The judicial system in Australia targets Indigenous people more than any other group. Indigenous people are racially profiled, are killed in custody and are more likely to receive custodial sentences than their non-Indigenous counterparts. In fact, Indigenous people in Australia have higher incarceration rates than during apartheid South Africa. We continue to gaol Indigenous people for non-payment of parking fines as a result of mandatory sentencing that was instituted to target this very group of people within society.
What is my identity? And, how do I learn more about it? As an Aboriginal person, what do I want to contribute? What do I want to be known as? What makes me Aboriginal….?
Putting face to the many loving and intact Aboriginal families and engaged and active #IndigenousDads is necessary to reject Leak’s caricature of us, equally we need to find a way to talk about some sad realities beyond the reach of the Bill Leaks of the world and beyond the reach of those who fight with or against him over the top of us.
Australian likes to see itself as the Lucky Country, the land of the fair go, home of the ‘Aussie battler’. We like stories of underdog battling against the odds, even if they don’t always overcome them – Ned Kelly, ANZACs at Gallipoli, the Australian farmer, convicts, bushrangers – these are our national heroes.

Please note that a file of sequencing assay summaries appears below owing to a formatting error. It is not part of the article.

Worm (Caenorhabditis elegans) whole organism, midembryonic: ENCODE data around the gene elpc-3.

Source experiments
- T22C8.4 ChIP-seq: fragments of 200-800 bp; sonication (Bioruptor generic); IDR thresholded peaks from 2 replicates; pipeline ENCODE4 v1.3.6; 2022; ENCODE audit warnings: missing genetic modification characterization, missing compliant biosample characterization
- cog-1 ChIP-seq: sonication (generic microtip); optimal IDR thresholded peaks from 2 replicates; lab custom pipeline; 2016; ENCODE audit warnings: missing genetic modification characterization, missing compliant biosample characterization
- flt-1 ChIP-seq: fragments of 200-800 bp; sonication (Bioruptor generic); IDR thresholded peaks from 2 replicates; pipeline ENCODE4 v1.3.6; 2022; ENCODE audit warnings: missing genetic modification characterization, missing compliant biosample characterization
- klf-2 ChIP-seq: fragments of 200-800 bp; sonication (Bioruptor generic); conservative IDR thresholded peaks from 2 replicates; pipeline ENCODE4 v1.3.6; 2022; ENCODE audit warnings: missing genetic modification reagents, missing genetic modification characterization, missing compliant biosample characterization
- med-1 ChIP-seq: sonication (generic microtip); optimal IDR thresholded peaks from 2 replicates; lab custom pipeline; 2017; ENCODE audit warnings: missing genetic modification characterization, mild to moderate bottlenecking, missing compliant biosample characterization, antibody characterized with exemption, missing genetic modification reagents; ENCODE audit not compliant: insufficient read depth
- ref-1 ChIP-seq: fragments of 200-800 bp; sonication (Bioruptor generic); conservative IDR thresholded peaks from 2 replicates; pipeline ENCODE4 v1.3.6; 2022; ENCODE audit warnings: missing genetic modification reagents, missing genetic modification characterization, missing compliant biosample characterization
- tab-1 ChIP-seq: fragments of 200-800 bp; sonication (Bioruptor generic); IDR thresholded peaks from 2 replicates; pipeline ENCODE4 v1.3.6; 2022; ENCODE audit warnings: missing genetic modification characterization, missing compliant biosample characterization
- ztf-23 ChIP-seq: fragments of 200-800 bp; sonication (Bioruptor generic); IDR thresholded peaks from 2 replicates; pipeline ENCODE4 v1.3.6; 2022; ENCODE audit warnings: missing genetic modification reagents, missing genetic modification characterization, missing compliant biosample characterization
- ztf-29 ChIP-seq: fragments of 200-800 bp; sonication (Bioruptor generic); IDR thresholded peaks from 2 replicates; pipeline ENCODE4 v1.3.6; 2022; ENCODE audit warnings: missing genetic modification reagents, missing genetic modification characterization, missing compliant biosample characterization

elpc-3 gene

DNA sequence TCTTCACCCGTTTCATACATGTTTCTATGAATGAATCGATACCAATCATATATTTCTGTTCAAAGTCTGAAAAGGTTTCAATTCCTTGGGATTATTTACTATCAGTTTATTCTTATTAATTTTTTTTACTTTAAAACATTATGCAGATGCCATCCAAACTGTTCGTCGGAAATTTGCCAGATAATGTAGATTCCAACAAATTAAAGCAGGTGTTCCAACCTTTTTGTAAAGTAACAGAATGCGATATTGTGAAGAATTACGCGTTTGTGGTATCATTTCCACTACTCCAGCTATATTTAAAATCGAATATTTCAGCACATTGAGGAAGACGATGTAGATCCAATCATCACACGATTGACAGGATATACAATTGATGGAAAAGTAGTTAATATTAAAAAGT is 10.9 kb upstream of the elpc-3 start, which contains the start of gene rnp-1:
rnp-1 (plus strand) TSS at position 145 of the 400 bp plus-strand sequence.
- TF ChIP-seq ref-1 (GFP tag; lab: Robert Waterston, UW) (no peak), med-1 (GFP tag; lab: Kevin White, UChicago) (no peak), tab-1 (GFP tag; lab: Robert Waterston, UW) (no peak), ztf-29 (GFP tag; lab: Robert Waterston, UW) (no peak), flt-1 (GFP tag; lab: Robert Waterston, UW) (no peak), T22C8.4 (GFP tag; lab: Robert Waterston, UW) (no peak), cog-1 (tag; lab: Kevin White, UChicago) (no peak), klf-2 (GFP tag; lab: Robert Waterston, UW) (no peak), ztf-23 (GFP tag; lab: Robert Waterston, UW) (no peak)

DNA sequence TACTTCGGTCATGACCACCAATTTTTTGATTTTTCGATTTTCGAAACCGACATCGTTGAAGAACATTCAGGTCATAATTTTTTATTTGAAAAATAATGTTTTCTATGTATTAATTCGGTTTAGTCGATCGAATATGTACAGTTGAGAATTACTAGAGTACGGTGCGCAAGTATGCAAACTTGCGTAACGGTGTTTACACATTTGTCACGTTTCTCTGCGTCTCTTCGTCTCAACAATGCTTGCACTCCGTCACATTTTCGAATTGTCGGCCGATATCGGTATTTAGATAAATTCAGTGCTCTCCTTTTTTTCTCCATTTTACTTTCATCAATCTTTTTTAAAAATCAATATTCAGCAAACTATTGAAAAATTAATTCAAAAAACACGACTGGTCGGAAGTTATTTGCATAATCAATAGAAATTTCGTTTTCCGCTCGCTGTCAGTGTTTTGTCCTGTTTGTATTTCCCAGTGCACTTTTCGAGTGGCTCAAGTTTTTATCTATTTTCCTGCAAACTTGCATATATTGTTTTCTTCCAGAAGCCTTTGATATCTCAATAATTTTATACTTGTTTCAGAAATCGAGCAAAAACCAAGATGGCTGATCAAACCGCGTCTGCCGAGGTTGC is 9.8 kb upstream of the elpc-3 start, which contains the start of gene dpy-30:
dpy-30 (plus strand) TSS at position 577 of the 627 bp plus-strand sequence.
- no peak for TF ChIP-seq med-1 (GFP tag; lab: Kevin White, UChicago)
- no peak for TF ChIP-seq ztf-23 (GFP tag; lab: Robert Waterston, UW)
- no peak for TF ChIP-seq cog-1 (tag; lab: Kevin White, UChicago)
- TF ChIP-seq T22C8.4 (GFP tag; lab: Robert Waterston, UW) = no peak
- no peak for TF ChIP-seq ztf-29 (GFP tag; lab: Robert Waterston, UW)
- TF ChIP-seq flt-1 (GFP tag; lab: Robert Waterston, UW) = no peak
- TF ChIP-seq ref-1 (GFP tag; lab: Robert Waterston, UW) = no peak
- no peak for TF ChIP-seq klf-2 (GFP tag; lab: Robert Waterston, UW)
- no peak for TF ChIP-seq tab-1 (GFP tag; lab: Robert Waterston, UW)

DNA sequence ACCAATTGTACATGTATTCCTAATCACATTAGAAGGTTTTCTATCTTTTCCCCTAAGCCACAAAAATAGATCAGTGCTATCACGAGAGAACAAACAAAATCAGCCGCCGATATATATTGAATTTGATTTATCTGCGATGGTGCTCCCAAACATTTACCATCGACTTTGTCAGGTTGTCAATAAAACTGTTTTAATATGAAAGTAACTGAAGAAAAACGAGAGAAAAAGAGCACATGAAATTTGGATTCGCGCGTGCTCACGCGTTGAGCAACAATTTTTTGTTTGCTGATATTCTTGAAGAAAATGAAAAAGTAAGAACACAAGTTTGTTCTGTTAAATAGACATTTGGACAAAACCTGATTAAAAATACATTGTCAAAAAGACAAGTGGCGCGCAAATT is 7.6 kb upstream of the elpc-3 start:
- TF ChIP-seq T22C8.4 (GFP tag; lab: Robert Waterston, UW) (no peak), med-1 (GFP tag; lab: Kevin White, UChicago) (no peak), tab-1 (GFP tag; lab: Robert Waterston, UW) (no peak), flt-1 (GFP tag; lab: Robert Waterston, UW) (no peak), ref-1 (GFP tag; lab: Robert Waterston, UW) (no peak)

These are how many Australians still like to view themselves, even though most Australians today have never farmed the land or even ridden a horse, have never fought in a war (thankfully!), were not sent to Australia in chains, and have never even worn a trashcan on our heads while having a shootout with police.
I was once tapped as ‘young Indigenous leader’, and have been invited to various equivalent programs over the years to talk to the next generation of ‘young leaders’ and it has never really sat that well with me that the opportunities provided to our ‘young leaders’ don’t seem to continue very well after we turn 25. What is the point of focusing on recruitment if there is not a similar focus on retention and promotion?
Me, being all young Indigenous leadery and whatnot.
This week on @IndigenousX we had Associate Professor Bronwyn Carlson sharing some really interesting history about the politics of Aboriginal identity in the past and present. I thought I’d put some of them here for those peeps who aren’t on Twitter or who missed some of the conversation. (As the tweets are embedded the profile picture and name will change as the host changes, but these tweet were all sent while Bronwyn was hosting.)
I'm interested in talking about Indigenous identity. Here is a bit about me
Who’s counting?, on Inside Story https://t.co/stO2g5eXAs
— Bronwyn Carlson (@IndigenousX) 10 March 2016
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